Andrew Revkin of Dot Earth passes along this fascinating video from the NASA Earth Observatory showing the “global pulse of fire” around the world since 2000:
NASA offers this bit of commentary:
The fire maps show the locations of actively burning fires around the world on a monthly basis, based on observations from the Moderate Resolution Imaging Spectroradiometer (MODIS) on NASA’s Terra satellite. The colors are based on a count of the number (not size) of fires observed within a 1,000-square-kilometer area. White pixels show the high end of the count —as many as 100 fires in a 1,000-square-kilometer area per day. Yellow pixels show as many as 10 fires, orange shows as many as 5 fires, and red areas as few as 1 fire per day.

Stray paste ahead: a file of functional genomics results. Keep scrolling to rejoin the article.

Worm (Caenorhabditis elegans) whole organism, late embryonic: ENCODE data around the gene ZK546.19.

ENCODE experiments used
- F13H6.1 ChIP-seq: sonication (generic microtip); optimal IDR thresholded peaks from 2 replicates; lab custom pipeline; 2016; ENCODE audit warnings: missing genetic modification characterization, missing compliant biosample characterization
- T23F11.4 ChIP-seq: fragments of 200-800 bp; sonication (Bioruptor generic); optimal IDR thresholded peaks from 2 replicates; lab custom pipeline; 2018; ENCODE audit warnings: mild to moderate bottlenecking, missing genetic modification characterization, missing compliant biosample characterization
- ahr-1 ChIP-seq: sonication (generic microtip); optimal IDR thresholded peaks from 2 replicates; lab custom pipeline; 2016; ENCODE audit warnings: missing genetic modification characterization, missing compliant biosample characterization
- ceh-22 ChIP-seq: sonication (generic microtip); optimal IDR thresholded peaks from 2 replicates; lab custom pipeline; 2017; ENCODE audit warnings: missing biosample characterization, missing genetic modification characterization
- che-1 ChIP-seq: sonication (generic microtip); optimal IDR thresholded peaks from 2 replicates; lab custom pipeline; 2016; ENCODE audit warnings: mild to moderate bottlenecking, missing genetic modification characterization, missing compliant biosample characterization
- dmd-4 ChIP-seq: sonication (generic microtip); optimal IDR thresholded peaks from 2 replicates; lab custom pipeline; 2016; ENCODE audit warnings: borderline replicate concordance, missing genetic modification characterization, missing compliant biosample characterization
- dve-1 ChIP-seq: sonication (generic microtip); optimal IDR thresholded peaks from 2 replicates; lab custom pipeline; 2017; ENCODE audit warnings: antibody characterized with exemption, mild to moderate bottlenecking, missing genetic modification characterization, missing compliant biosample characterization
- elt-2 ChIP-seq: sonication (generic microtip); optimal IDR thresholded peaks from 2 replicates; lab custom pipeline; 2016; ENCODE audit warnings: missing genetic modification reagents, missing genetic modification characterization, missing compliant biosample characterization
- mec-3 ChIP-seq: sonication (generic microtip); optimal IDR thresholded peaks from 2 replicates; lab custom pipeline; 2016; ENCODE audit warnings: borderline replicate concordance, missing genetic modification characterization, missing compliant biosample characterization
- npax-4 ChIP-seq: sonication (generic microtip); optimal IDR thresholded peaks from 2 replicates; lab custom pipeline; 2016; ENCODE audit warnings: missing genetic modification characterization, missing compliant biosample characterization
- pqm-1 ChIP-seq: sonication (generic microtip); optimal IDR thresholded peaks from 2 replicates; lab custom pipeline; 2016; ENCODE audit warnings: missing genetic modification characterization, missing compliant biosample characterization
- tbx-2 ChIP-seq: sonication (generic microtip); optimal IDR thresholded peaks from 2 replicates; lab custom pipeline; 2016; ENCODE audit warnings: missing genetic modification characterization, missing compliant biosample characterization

Some of the global patterns that appear in the fire maps over time are the result of natural cycles of rainfall, dryness, and lightning. For example, naturally occurring fires are common in the boreal forests of Canada in the summer. In other parts of the world, the patterns are the result of human activity. For example, the intense burning in the heart of South America from August-October is a result of human-triggered fires, both intentional and accidental, in the Amazon Rainforest and the Cerrado (a grassland/savanna ecosystem) to the south. Across Africa, a band of widespread agricultural burning sweeps north to south over the continent as the dry season progresses each year. Agricultural burning occurs in late winter and early spring each year across Southeast Asia.
See more here.